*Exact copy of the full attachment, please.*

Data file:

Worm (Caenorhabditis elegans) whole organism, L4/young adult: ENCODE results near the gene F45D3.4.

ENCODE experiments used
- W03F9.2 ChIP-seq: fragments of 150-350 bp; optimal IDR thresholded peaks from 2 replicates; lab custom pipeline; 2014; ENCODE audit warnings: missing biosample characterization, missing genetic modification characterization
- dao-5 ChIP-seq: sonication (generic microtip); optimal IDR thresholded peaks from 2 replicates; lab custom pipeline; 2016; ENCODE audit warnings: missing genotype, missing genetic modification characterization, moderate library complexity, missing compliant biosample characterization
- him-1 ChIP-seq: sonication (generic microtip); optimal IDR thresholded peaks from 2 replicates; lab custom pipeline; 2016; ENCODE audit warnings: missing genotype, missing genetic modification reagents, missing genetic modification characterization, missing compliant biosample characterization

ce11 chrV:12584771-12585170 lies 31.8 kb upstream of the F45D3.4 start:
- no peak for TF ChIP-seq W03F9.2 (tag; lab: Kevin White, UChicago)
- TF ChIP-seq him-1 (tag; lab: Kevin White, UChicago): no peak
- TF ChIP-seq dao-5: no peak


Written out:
Worm (Caenorhabditis elegans) whole organism, L4/young adult: ENCODE results near the gene F45D3.4.

ENCODE experiments used
- W03F9.2 ChIP-seq: fragments of 150-350 bp; optimal IDR thresholded peaks from 2 replicates; lab custom pipeline; 2014; ENCODE audit warnings: missing biosample characterization, missing genetic modification characterization
- dao-5 ChIP-seq: sonication (generic microtip); optimal IDR thresholded peaks from 2 replicates; lab custom pipeline; 2016; ENCODE audit warnings: missing genotype, missing genetic modification characterization, moderate library complexity, missing compliant biosample characterization
- him-1 ChIP-seq: sonication (generic microtip); optimal IDR thresholded peaks from 2 replicates; lab custom pipeline; 2016; ENCODE audit warnings: missing genotype, missing genetic modification reagents, missing genetic modification characterization, missing compliant biosample characterization

ce11 chrV:12584771-12585170 lies 31.8 kb upstream of the F45D3.4 start:
- no peak for TF ChIP-seq W03F9.2 (tag; lab: Kevin White, UChicago)
- TF ChIP-seq him-1 (tag; lab: Kevin White, UChicago): no peak
- TF ChIP-seq dao-5: no peak